Amazon workers and activism groups are staging Black Friday protests around the world, while the company tries to placate workers with $300 holiday bonuses
- A coalition of Amazon workers, unions, and activism groups protested Amazon on Black Friday.
- The "Make Amazon Pay" group gave the company a list of demands that included raising workers' pay, putting an end to union-busting, and taking climate action.
- Amazon workers in Germany went on strike, and garment workers in Bangladesh protested outside a supplier. In the UK, a trade union called for a parliamentary inquiry into "dehumanising" working conditions.
- Amazon on Thursday said it would offer workers holiday bonuses of $150 to $300 this year. But Christy Hoffman, the chief of UNI Global Union, told Business Insider that this doesn't go far enough.
As Amazon gears up for one of its biggest shopping days of the year, thousands of people around the world are protesting its facilities.
A coalition of unions, human-rights organizations, and environmentalist groups on Friday launched a global protest of the e-commerce giant called "Make Amazon Pay."
The organizations behind the coalition — including UNI Global Union, Progressive International, Oxfam, and Greenpeace — gave a list of wide-ranging demands including raising warehouse workers' pay and benefits, ending union-busting tactics, and committing to ending Amazon's contracts with fossil-fuel industries.
"During the Covid-19 pandemic, Amazon became a trillion dollar corporation, with Bezos becoming the first person in history to amass $200 billion in personal wealth," their demands statement said. "Meanwhile, Amazon warehouse workers risked their lives as essential workers, and only briefly received an increase in pay." Amazon workers received a $2-per-hour wage increase in March that was then cut in the summer.
Amazon's online sales have skyrocketed during the coronavirus pandemic, and its revenue is projected to soar even higher with the holiday season.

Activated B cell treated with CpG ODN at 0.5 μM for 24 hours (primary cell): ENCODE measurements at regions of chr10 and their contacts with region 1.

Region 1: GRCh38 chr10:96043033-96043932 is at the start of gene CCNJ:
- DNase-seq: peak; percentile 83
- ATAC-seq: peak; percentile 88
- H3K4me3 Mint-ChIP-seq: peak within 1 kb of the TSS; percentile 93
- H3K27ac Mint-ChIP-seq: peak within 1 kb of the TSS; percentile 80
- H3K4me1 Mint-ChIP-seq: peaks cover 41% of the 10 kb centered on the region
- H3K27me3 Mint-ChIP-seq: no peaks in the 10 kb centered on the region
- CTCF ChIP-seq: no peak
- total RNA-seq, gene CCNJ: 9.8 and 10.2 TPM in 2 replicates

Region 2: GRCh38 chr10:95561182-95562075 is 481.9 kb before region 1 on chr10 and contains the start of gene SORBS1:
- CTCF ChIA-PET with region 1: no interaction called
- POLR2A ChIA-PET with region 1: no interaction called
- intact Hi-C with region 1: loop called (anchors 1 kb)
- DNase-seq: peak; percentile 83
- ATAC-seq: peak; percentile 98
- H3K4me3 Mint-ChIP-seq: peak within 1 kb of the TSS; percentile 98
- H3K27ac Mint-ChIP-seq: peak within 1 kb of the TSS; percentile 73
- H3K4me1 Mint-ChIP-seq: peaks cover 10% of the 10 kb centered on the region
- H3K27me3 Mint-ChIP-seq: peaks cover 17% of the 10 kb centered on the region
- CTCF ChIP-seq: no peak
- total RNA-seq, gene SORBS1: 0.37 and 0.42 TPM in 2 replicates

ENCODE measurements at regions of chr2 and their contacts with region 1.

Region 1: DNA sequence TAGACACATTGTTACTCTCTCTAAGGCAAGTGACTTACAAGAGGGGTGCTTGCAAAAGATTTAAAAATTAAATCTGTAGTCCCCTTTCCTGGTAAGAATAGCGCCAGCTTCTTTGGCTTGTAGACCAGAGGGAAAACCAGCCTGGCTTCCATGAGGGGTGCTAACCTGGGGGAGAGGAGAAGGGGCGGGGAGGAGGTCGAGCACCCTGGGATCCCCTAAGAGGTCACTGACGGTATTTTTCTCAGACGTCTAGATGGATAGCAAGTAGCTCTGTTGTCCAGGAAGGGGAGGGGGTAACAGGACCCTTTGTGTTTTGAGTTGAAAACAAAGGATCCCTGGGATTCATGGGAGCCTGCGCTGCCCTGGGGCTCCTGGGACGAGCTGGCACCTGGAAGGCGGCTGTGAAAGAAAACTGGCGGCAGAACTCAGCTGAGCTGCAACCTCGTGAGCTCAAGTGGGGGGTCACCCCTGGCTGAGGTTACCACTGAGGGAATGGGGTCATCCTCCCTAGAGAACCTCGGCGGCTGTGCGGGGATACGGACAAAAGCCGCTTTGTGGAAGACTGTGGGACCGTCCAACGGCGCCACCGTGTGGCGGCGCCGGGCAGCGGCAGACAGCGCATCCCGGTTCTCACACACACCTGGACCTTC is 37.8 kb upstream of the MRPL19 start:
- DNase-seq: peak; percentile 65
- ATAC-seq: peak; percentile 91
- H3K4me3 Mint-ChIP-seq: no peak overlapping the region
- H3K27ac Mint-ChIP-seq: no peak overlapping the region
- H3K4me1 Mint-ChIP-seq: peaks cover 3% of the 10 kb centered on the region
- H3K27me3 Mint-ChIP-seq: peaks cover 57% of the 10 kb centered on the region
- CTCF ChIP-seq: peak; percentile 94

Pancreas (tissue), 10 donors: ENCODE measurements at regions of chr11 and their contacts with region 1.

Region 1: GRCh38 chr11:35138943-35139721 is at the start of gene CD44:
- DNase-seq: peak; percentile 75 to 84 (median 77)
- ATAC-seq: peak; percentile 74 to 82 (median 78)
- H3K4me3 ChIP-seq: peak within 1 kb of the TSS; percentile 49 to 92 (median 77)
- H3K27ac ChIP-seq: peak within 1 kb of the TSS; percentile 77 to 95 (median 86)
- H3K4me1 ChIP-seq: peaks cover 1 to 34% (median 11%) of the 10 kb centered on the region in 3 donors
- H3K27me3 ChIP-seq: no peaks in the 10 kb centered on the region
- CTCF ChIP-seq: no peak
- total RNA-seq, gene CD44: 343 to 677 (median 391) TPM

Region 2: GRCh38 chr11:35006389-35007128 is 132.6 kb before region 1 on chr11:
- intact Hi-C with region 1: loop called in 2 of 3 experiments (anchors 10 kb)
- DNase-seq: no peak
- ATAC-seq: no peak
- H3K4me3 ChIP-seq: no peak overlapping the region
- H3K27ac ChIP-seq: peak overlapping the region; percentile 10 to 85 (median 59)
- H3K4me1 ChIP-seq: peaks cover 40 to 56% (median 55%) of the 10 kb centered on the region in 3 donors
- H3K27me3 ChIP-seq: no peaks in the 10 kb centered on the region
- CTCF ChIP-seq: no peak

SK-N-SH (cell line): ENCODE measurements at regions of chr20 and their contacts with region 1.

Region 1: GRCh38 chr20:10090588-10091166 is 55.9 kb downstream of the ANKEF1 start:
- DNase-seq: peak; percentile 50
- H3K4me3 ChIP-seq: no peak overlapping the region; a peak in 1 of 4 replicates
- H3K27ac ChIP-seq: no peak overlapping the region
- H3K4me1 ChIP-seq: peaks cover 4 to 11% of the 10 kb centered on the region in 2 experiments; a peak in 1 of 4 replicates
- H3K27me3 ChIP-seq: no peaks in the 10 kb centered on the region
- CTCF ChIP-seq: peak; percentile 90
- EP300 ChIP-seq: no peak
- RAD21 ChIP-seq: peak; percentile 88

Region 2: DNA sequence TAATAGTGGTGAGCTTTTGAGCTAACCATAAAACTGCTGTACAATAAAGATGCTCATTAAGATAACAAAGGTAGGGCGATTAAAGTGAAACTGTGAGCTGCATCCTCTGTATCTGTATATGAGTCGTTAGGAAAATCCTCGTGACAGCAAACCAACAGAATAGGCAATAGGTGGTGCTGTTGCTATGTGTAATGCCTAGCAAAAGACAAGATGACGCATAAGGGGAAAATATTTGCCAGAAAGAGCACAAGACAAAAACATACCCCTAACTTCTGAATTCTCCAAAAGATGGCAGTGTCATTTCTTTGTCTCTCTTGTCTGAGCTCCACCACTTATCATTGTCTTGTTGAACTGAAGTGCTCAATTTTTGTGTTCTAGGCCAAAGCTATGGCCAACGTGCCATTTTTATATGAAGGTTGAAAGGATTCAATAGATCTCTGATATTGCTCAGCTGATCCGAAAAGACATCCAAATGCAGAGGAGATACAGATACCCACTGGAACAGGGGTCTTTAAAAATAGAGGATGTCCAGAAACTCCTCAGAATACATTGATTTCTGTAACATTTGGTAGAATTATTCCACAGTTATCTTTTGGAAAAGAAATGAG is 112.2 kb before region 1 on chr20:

In a statement sent to Business Insider, Make Amazon Pay said there were actions planned for 15 countries: Brazil, Mexico, the US, the UK, Spain, France, Belgium, Germany, Luxembourg, Italy, Poland, India, Bangladesh, the Philippines, and Australia.
In Germany, Amazon workers in seven warehouses went on strike, while in Bangladesh garment workers protested outside an Amazon supplier facility in Dhaka.
—Nazma Akter (@NazmaAkter73) November 27, 2020
In the UK, the GMB workers' union projected the words "Make Amazon Pay" on the side of Amazon's London headquarters. It also called for a parliamentary investigation into "dehumanising" working conditions in the company's warehouses.
On Thursday, Amazon announced it was giving a total of $500 million in holiday bonuses to its frontline workers, translating to $300 for full-time employees and $150 for part-time employees.
Christy Hoffman, the general secretary of UNI Global Union, told Business Insider that the bonuses did not represent a meaningful change.
"It is great that workers are getting more this holiday season. It is not enough. To show it values its workforce, Amazon should collectively bargain wages and conditions with workers throughout its operations rather than make one-time unilateral gestures of appreciation," Hoffman said.
Read more: Amazon is going deeper into the prescription drug business. Here are the 7 ways the tech giant is taking on healthcare, and why two analysts think doctors visits are next.
A UK-based Amazon worker who spoke to Business Insider on the condition of anonymity also said the holiday bonus doesn't go far enough.
"Since the unfortunate closure of many High Street stores, Amazon has profited greatly. That and the fact all their staff are working extra hard during this pandemic, putting themselves at risk," the worker said. "Surely Amazon can do way better than this."
In response to the protests, an Amazon representative told Business Insider: "This is a series of misleading assertions by misinformed or self-interested groups who are using Amazon's profile to further their individual causes."
It added: "Amazon has a strong track record of supporting our employees, our customers, and our communities, including providing safe working conditions, competitive wages and great benefits, leading on climate change with the Climate Pledge commitment to be net zero carbon by 2040, and paying billions pounds in taxes globally."
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